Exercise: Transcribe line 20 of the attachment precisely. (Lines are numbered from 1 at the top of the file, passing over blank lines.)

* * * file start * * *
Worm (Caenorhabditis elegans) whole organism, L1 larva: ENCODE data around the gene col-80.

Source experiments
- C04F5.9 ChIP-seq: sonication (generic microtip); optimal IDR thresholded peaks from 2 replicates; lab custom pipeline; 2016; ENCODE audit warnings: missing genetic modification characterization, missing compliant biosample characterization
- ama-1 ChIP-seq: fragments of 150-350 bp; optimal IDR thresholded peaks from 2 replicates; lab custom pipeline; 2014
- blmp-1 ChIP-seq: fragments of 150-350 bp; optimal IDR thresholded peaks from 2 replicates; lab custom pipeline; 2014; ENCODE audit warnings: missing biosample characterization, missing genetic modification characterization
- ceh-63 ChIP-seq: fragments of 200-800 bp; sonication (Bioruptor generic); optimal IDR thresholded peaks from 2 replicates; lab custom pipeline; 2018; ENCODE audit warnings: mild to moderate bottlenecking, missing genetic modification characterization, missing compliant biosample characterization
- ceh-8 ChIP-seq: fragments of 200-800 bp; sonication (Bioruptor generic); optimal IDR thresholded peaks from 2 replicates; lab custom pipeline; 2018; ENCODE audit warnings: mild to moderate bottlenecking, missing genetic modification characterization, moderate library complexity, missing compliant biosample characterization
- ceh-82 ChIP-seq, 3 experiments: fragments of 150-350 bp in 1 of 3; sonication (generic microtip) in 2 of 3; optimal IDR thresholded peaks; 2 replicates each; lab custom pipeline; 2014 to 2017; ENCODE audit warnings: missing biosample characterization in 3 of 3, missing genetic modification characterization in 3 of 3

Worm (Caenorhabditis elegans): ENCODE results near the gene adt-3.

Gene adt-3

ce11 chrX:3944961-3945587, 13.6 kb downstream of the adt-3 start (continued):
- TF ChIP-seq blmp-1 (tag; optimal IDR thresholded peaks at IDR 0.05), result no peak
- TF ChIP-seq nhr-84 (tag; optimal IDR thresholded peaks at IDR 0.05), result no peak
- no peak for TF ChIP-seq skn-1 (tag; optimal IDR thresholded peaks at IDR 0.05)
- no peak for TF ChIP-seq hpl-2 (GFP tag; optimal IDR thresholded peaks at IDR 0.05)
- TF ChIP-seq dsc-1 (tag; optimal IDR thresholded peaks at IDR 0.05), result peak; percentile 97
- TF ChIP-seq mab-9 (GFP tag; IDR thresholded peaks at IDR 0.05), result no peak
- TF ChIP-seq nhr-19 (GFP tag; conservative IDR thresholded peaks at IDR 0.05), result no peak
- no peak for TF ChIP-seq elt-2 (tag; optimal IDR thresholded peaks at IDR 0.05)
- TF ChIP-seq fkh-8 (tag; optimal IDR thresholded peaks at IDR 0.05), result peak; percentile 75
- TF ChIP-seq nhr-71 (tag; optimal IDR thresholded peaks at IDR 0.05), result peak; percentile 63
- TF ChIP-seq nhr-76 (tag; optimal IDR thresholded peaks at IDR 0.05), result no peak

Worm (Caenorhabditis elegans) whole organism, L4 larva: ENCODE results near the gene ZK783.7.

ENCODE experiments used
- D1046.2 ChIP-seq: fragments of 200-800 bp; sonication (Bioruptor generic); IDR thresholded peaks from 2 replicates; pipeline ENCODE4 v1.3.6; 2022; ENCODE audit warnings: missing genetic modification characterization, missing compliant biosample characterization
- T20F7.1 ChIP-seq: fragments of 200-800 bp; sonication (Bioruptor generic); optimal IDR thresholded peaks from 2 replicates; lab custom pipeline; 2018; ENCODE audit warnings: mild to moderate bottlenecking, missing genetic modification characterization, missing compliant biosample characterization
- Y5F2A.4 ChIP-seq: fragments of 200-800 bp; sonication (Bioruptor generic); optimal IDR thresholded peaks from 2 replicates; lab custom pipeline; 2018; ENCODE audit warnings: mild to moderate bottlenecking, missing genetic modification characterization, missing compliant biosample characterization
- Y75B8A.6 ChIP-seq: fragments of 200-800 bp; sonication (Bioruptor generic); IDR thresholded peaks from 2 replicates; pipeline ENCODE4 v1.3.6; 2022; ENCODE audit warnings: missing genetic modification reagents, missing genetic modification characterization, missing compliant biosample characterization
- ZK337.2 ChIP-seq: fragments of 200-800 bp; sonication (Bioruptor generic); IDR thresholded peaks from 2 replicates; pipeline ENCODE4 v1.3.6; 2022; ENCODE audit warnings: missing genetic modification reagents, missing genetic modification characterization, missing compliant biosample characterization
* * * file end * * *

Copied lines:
- TF ChIP-seq fkh-8 (tag; optimal IDR thresholded peaks at IDR 0.05), result peak; percentile 75